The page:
There is that wonderful scene in Roman Holiday, where Gregory Peck scares Audrey Hepburn’s princess by pretending to have his hand bitten off by the Bocca della Verità (Mouth of Truth). The Roman marble mask is reputed to bite off the hand of a liar.
During last weekend’s love in between the British PM, Rishi Sunak, and the Italian PM, Giorgia Meloni, they did not visit the Mouth of Truth. If they had it is hard to see how Rishi would have returned home to Yorkshire with a full complement of limbs.
Rishi was in Rome at the invitation of Brothers of Italy, Meloni’s party that is today the standard bearer of the populist Right in Europe. He was there to try and get some of her glamour and her credibility on strict immigration controls back home.
Sunak’s Conservatives have been nominal allies of Brothers of Italy since 2019 when they joined the same European parliamentary group, the ECR. But it is an alliance that has, until now, been one that London has been at pains to keep very quiet.
The reason for this is very simple: her brand of Chritian cultural nationalism with dashings of belief in the ethnic substitution theory of immigration. She also has a harsh and no nonsense Roman Catholic approach to LGBT matters, supporting a change in the Italian constitution to ban LGBT couples from adopting.
All this stuff, kryptonite in UK electoral circles, is nothing to the fact that at last weekend’s shindig not only was Sunak a guest and near playmate of Meloni, but Santiago Abascal the leader of Spain’s Vox party, was also present.
Abascal said of Gibraltar this year, “We will dismantle the networks of piracy, drug trafficking, smuggling and money laundering that extend from Gibraltar and we will apply all the international pressure necessary to recover this occupied territory”, branding the peaceful and law abiding British territory as some sort of pirate port. Only a couple of weeks ago the same gathering was applauding the victory of Geert Wilders.
But more important to Sunak was the appearance of Edi Rama, the Albanian Prime Minister. He was there to talk with both Meloni and Sunak about possible deals to house illegal migrants.
In 2022 the UK Government signed a series of deals with Rama funding redevelopment work, police forensics and infrastructure. Rama is an old friend of Tony Blairs and has for years been advised by Alistair Campbell, Blair’s disgraced former spin doctor.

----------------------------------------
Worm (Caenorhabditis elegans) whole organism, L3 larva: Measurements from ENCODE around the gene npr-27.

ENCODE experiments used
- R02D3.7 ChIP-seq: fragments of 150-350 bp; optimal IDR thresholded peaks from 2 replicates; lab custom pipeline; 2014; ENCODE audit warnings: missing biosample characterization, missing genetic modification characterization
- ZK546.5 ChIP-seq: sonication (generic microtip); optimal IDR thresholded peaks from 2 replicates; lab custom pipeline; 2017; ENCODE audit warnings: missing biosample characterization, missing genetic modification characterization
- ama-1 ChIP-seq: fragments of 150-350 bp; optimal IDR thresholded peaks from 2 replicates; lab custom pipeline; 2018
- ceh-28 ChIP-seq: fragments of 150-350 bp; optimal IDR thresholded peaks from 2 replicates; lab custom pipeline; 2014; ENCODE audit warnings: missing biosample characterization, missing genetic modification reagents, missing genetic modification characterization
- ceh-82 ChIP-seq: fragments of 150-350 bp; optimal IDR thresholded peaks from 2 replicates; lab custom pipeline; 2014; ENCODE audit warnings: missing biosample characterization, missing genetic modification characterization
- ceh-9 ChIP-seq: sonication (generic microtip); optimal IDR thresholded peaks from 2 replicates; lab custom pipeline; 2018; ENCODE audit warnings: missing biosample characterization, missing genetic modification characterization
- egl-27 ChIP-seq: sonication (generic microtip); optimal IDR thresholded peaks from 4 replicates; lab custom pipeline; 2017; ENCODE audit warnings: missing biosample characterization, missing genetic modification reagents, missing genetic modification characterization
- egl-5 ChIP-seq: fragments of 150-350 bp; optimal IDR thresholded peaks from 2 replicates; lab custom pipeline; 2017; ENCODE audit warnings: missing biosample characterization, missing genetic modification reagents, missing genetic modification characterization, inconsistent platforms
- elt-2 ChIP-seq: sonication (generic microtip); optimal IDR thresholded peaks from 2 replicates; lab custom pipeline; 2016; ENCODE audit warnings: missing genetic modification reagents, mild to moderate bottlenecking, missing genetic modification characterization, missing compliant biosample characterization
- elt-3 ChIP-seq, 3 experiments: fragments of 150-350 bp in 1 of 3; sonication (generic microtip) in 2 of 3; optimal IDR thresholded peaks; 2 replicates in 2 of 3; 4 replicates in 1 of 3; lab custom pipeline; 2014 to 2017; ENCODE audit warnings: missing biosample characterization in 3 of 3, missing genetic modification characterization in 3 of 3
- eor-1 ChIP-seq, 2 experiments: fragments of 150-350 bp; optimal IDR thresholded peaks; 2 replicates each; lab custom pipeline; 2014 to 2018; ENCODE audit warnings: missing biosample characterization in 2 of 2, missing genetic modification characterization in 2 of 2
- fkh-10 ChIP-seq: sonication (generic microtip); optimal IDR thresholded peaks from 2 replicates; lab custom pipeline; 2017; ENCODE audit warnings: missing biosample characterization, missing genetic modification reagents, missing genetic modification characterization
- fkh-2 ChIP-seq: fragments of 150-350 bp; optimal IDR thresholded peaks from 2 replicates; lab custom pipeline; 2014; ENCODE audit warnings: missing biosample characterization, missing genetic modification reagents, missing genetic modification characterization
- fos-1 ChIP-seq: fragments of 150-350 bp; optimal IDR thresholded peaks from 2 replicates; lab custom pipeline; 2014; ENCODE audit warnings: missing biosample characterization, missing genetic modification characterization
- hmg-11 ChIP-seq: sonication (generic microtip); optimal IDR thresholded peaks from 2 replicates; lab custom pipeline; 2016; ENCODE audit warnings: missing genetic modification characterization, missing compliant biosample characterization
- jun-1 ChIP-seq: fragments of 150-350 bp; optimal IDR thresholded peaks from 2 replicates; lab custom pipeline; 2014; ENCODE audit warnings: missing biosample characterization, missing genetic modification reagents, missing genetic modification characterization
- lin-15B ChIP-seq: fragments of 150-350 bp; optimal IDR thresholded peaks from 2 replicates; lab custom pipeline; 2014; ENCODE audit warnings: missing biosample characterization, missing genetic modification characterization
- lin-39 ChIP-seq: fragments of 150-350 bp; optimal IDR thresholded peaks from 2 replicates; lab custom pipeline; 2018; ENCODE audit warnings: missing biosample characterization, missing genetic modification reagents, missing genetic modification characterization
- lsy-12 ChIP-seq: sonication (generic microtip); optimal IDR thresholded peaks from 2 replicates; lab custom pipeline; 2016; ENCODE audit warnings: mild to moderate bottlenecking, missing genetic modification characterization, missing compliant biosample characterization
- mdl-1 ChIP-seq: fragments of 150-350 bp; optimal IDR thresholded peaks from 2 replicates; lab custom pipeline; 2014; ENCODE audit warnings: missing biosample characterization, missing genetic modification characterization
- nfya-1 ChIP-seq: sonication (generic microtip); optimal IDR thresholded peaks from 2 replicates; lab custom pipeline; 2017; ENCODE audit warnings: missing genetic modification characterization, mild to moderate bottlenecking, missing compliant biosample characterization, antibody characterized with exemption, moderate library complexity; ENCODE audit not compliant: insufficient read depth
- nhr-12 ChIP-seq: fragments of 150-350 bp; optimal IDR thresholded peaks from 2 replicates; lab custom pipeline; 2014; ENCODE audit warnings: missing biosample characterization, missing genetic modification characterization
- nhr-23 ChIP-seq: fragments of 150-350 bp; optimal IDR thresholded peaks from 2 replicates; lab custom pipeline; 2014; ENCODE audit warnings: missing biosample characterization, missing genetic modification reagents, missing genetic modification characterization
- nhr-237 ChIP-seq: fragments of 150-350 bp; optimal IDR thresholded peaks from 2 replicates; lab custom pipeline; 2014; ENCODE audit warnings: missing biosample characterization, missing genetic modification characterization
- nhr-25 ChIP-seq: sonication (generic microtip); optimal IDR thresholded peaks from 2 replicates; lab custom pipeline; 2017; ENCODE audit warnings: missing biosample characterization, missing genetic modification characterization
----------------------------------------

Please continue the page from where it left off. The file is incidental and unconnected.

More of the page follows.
Rama has taken advantage of the fact that for the past few years Albania’s greatest export is its people (in 2022 alone 12,000 illegally entered the UK, of which 10,000 were men) to extract money and promises from the UK Government. Now he has struck a deal with Meloni to become the offshore processing centre for Italy.
Sunak clearly wants a bit of that. And Rama would want more money.
Meloni has signed a deal with Rama, ratified by the EU early in December, for Albania to take migrants that have landed in Italy – but the deal is not cheap. Albania would take 3,000 per month, for a period of no more than 40 days. If they are accepted for asylum they will be returned to Italy for settlements. If they cannot be sent back to their country of origin, even if they have failed their asylum tests, they will also be sent back to Italy.
For this the Albanians receive all the costs involved in building and staffing the centres, plus 100 million euro per year for their trouble.
The costs of transporting the migrants will also be covered by Italy. While this might sound a good financial deal compared to Sunak spending just shy of 300 million euro and only managing to send a series of Home Secretaries to Rwanda, it will only scrape the surface of the problem for the UK, and will not shift any dials in his or the Conservatives electoral chances.
Yes, the number of Albanians coming to the UK has dropped this year, thanks mostly to the fact that most Albanians that want to come to Britain already have. Even if a deal is to be struck, the costs for the UK will be far greater than for Italy simply due to the process, history, and distance.
But Sunak, whose team has trumpeted the Albanian solution to the UK’s migration woes, was left with nothing. Tirana said ‘no’, and all he managed to do was to pledge money to help Italy and the EU fund its work with Tunisia filtering migrants to Albania.
Sunak claimed in Rome that he was the heir to Maragaret Thatcher on migration. The result was nothing concrete, spending yet more money to no effect, not so much an heir, not even a spare.
It was wise not to go anywhere near the Mouth of Truth, it would have bitten off far more than his hand.